updated 4/1/2005 8:09:46 PM ET 2005-04-02T01:09:46

E-mails by several government scientists on the Yucca Mountain nuclear waste dump project suggest workers were planning to fabricate records and manipulate results to ensure outcomes that would help the project move forward.

“I don’t have a clue when these programs were installed. So I’ve made up the dates and names,” wrote a U.S. Geological Survey employee in one e-mail released Friday by a congressional committee investigating suspected document falsification on the project.

“This is as good as it’s going to get. If they need more proof, I will be happy to make up more stuff.”

In another message the same employee wrote to a colleague: “In the end I keep track of 2 sets of files, the ones that will keep QA happy and the ones that were actually used.” QA apparently refers to “quality assurance.”

The e-mails were in a batch of correspondence released in advance of next week’s hearing by the House Government Reform Subcommittee on the Federal Work Force and Agency Organization, chaired by Rep. Jon Porter, R-Nev.

The Energy and Interior departments revealed the existence of the e-mails March 16, and inspectors general of both departments are investigating. The FBI also is conducting a probe, according to a subcommittee staffer.

10,000-year burial
Yucca Mountain, approved by Congress in 2002, is planned as the nation’s underground repository for 77,000 tons of defense waste and used reactor fuel from commercial power plants. The material is supposed to be buried for at least 10,000 years beneath the Nevada desert, 90 miles northwest of Las Vegas.

Many Nevadans and some environmentalists say the waste can never be safely stored and the plan puts local residents at risk. There also are concerns among others outside the state that hauling the waste to Nevada puts at risk those along the routes.

But the Bush administration, the energy industry and others say a central storage site is needed, and would provide better security for tens of thousands of tons of commercial and defense waste now housed at sites in 39 states.

The e-mails were written from 1998 to 2000 and circulated among a team of USGS scientists studying how water moves through the planned dump site, a key issue in determining whether and how much radiation could escape.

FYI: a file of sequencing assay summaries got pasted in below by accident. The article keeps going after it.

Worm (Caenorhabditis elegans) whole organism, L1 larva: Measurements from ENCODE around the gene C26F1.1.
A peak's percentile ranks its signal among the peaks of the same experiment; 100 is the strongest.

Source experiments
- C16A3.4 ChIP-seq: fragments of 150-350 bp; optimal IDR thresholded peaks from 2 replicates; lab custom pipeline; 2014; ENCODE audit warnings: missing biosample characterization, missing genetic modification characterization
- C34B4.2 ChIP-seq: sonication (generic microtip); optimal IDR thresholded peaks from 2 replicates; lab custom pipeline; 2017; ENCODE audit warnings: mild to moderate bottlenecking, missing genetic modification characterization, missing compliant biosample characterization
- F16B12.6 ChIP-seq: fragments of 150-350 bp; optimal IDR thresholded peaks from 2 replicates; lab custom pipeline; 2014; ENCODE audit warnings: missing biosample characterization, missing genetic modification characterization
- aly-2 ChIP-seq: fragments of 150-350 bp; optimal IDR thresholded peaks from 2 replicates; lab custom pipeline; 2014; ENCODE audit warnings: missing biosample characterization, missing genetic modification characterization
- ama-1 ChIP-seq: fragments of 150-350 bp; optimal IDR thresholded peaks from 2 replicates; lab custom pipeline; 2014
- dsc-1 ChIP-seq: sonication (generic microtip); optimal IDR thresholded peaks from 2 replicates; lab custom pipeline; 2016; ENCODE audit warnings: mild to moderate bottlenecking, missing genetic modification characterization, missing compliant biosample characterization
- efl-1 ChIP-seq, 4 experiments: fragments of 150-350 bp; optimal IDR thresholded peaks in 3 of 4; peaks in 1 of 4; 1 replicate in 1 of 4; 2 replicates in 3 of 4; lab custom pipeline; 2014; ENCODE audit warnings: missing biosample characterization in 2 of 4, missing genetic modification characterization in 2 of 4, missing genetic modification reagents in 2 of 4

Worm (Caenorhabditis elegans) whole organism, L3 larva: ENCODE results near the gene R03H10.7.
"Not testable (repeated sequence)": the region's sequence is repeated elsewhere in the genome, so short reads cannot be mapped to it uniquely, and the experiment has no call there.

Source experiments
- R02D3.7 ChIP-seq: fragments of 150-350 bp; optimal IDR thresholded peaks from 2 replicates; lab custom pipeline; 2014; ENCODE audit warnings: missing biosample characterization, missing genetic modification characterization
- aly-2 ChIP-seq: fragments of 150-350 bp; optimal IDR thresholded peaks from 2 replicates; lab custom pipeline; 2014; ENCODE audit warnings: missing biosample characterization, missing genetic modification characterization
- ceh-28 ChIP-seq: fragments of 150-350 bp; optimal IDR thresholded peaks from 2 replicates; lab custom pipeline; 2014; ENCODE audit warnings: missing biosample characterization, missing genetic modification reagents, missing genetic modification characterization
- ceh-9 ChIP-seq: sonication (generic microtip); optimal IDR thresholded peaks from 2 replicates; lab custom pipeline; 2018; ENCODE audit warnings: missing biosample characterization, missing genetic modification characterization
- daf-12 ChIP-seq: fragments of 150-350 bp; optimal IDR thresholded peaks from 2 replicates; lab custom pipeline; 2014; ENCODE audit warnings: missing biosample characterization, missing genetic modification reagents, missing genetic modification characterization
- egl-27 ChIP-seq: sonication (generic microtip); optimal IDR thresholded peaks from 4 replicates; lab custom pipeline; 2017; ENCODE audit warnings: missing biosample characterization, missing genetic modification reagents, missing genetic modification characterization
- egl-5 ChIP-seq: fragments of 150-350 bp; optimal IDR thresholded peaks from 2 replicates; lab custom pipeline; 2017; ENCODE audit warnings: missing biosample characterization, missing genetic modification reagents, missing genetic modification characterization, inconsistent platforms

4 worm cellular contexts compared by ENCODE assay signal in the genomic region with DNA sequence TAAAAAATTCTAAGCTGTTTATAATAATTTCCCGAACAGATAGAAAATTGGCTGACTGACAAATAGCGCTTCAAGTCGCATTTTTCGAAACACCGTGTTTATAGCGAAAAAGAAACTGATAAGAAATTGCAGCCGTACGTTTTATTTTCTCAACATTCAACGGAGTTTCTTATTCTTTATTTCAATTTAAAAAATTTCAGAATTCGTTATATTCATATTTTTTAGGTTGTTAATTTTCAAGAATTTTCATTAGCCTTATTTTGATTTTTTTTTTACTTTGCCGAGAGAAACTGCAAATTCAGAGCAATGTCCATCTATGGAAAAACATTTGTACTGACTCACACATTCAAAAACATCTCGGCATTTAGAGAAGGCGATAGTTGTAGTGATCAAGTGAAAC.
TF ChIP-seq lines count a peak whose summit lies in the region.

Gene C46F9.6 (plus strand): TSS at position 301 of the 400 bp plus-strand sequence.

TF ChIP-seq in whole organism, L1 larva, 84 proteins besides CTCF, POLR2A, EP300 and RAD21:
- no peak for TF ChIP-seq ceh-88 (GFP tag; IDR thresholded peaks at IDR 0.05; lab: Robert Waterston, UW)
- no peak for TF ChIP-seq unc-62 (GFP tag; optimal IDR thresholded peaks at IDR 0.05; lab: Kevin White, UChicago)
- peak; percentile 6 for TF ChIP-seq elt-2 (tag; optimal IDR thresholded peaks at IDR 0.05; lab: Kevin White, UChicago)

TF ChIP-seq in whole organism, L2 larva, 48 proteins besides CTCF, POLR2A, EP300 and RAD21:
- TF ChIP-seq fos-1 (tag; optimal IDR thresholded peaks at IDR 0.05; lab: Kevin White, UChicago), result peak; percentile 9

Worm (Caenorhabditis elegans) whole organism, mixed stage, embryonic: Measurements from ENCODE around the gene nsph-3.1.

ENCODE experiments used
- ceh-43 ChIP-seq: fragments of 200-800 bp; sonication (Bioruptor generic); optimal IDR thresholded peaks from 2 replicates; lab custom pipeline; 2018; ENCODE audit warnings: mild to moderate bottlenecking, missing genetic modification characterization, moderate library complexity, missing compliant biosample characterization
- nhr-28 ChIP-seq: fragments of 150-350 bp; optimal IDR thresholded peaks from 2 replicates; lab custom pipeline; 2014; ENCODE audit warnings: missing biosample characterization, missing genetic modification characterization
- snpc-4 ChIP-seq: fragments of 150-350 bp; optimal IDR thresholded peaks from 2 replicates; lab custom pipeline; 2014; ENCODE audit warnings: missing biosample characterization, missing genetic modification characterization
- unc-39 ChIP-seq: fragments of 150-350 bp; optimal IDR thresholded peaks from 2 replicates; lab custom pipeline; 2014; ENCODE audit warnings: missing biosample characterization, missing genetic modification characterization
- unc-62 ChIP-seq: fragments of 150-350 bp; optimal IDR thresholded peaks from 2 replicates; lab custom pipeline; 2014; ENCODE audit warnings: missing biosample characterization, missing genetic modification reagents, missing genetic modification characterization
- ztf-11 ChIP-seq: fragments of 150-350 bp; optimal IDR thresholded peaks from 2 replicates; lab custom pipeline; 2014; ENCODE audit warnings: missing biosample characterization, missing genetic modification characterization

Scientists at the U.S. Geological Survey validated Energy Department conclusions that water seepage was relatively slow, so radiation would be less likely to escape.

Science by peer pressure
Many of the dozens of pages of e-mails released appear to involve not initial scientific experiments, but rather attempts to provide documentation of work done in the past.

The Energy Department is working to submit an application to the Nuclear Regulatory Commission for a license to run the dump, and must turn over extensive documentation.

The e-mails provide a window into the environment surrounding the project, first considered over 20 years ago. Names and some proper nouns were blacked out by congressional staffers before they were released.

“Science by peer pressure is dangerous but sometime (sic) it is necessary,” says one message, by a second scientist at the geological survey.

The emergence of the e-mails was the latest setback for Yucca Mountain, which has also suffered money shortfalls and an appeals court decision last summer that is forcing a rewrite of radiation exposure limits for the site. The Energy Department recently abandoned a planned 2010 completion date, and department officials have not given a new date.

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